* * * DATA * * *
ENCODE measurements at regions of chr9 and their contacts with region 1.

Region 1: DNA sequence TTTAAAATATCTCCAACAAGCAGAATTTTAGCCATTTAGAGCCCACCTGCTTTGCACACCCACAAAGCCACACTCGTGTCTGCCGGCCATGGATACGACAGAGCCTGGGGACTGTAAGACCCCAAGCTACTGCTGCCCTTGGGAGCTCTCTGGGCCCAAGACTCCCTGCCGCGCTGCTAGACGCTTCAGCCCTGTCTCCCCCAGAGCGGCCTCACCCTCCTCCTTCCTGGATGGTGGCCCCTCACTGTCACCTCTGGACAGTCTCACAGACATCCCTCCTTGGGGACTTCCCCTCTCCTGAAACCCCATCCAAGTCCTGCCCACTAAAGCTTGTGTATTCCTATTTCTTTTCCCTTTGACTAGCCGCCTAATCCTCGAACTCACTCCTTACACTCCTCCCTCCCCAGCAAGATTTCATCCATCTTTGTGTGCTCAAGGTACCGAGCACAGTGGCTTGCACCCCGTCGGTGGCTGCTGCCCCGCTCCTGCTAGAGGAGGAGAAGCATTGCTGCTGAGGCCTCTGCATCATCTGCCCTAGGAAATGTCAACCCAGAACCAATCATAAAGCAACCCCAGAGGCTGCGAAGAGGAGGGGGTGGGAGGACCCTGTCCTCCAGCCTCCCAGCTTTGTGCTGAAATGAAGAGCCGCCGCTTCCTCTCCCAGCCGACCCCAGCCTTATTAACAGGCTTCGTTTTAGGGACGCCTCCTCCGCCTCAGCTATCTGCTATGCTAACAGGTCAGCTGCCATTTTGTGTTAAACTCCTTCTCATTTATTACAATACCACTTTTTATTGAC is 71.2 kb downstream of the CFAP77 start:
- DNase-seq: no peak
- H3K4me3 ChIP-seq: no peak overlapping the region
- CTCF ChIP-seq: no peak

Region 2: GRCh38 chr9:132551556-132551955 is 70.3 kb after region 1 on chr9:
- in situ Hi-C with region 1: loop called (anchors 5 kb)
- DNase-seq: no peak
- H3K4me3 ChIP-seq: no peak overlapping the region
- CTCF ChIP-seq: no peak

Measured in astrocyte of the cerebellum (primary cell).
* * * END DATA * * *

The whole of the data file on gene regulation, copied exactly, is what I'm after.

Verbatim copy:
ENCODE measurements at regions of chr9 and their contacts with region 1.

Region 1: DNA sequence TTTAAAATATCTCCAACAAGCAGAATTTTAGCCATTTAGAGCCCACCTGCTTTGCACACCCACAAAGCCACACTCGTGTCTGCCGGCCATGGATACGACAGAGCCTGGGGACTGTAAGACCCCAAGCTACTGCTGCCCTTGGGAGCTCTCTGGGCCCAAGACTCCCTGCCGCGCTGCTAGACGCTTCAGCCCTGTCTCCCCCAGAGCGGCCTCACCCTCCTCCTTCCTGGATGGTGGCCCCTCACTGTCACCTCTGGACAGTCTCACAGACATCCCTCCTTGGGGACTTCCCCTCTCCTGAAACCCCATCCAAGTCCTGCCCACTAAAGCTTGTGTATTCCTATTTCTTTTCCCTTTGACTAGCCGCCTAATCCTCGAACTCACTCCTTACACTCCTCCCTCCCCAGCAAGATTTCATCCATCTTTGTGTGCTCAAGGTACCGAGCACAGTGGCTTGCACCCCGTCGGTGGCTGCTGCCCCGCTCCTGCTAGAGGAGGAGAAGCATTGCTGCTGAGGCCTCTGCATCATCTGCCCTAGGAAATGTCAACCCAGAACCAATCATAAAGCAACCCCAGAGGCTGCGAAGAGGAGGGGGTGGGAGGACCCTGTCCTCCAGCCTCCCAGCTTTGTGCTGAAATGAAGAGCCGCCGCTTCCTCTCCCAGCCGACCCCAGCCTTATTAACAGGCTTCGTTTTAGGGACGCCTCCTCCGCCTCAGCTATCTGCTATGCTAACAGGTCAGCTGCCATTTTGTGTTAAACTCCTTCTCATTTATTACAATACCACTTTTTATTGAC is 71.2 kb downstream of the CFAP77 start:
- DNase-seq: no peak
- H3K4me3 ChIP-seq: no peak overlapping the region
- CTCF ChIP-seq: no peak

Region 2: GRCh38 chr9:132551556-132551955 is 70.3 kb after region 1 on chr9:
- in situ Hi-C with region 1: loop called (anchors 5 kb)
- DNase-seq: no peak
- H3K4me3 ChIP-seq: no peak overlapping the region
- CTCF ChIP-seq: no peak

Measured in astrocyte of the cerebellum (primary cell).